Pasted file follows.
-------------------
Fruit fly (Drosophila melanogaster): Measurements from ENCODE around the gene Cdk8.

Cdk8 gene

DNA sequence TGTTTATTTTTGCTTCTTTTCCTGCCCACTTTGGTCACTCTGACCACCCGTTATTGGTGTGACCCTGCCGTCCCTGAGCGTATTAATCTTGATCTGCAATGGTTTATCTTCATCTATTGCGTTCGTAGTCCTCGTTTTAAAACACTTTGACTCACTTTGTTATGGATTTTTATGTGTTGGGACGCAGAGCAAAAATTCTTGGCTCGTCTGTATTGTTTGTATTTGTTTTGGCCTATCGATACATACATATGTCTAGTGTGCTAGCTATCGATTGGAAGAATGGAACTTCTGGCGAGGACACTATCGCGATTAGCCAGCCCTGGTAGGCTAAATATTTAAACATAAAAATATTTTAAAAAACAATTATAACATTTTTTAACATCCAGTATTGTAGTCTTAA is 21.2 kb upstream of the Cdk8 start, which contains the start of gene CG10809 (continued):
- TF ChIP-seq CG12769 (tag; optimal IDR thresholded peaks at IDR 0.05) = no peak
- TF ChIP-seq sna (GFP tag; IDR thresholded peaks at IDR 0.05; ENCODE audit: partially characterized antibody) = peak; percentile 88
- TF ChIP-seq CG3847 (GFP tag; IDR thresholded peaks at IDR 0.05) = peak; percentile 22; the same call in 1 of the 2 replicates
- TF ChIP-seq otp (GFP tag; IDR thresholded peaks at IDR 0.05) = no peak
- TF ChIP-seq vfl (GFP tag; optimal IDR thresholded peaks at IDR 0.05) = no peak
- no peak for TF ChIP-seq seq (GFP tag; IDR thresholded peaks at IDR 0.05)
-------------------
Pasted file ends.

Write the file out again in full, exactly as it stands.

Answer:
Fruit fly (Drosophila melanogaster): Measurements from ENCODE around the gene Cdk8.

Cdk8 gene

DNA sequence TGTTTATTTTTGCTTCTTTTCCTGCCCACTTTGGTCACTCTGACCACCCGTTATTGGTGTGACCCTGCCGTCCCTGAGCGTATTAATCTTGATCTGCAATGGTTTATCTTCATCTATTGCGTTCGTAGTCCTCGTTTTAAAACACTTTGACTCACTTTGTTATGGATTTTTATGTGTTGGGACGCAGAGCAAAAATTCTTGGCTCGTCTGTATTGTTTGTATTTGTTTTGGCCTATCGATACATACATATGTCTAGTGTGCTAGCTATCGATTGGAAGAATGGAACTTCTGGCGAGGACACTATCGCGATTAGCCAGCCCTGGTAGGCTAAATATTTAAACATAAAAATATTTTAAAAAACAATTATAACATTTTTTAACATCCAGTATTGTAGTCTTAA is 21.2 kb upstream of the Cdk8 start, which contains the start of gene CG10809 (continued):
- TF ChIP-seq CG12769 (tag; optimal IDR thresholded peaks at IDR 0.05) = no peak
- TF ChIP-seq sna (GFP tag; IDR thresholded peaks at IDR 0.05; ENCODE audit: partially characterized antibody) = peak; percentile 88
- TF ChIP-seq CG3847 (GFP tag; IDR thresholded peaks at IDR 0.05) = peak; percentile 22; the same call in 1 of the 2 replicates
- TF ChIP-seq otp (GFP tag; IDR thresholded peaks at IDR 0.05) = no peak
- TF ChIP-seq vfl (GFP tag; optimal IDR thresholded peaks at IDR 0.05) = no peak
- no peak for TF ChIP-seq seq (GFP tag; IDR thresholded peaks at IDR 0.05)